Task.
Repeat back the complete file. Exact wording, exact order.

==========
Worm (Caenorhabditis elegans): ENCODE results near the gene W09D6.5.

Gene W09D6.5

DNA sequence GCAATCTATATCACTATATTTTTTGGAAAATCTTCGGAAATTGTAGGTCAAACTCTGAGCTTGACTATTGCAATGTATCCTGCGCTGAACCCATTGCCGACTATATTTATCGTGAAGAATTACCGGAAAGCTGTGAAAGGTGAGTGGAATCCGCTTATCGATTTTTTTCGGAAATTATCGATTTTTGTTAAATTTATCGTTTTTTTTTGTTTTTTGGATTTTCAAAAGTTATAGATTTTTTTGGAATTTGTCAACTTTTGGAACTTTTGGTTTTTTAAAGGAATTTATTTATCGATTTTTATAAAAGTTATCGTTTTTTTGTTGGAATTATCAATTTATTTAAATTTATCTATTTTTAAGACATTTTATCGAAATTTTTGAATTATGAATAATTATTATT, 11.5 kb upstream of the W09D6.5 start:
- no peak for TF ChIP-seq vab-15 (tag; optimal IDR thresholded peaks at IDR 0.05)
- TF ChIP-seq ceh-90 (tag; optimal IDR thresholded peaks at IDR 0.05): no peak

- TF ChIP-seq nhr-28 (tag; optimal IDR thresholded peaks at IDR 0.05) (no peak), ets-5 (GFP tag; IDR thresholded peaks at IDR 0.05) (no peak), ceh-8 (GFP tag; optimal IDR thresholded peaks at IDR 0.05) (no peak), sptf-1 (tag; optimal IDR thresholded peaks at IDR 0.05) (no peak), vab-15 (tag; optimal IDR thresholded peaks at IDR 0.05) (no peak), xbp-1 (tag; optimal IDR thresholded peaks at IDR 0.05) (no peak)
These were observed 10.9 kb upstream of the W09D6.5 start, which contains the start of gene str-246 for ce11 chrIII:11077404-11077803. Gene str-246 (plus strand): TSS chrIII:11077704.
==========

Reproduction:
Worm (Caenorhabditis elegans): ENCODE results near the gene W09D6.5.

Gene W09D6.5

DNA sequence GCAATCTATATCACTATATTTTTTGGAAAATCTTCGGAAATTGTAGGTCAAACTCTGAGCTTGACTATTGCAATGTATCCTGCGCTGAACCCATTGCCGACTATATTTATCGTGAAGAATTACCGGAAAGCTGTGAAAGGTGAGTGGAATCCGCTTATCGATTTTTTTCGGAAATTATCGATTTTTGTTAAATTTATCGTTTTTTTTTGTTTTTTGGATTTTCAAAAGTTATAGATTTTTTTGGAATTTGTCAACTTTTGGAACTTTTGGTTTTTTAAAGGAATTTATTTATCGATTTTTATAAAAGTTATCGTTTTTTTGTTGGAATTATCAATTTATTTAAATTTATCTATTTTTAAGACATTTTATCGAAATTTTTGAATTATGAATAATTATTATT, 11.5 kb upstream of the W09D6.5 start:
- no peak for TF ChIP-seq vab-15 (tag; optimal IDR thresholded peaks at IDR 0.05)
- TF ChIP-seq ceh-90 (tag; optimal IDR thresholded peaks at IDR 0.05): no peak

- TF ChIP-seq nhr-28 (tag; optimal IDR thresholded peaks at IDR 0.05) (no peak), ets-5 (GFP tag; IDR thresholded peaks at IDR 0.05) (no peak), ceh-8 (GFP tag; optimal IDR thresholded peaks at IDR 0.05) (no peak), sptf-1 (tag; optimal IDR thresholded peaks at IDR 0.05) (no peak), vab-15 (tag; optimal IDR thresholded peaks at IDR 0.05) (no peak), xbp-1 (tag; optimal IDR thresholded peaks at IDR 0.05) (no peak)
These were observed 10.9 kb upstream of the W09D6.5 start, which contains the start of gene str-246 for ce11 chrIII:11077404-11077803. Gene str-246 (plus strand): TSS chrIII:11077704.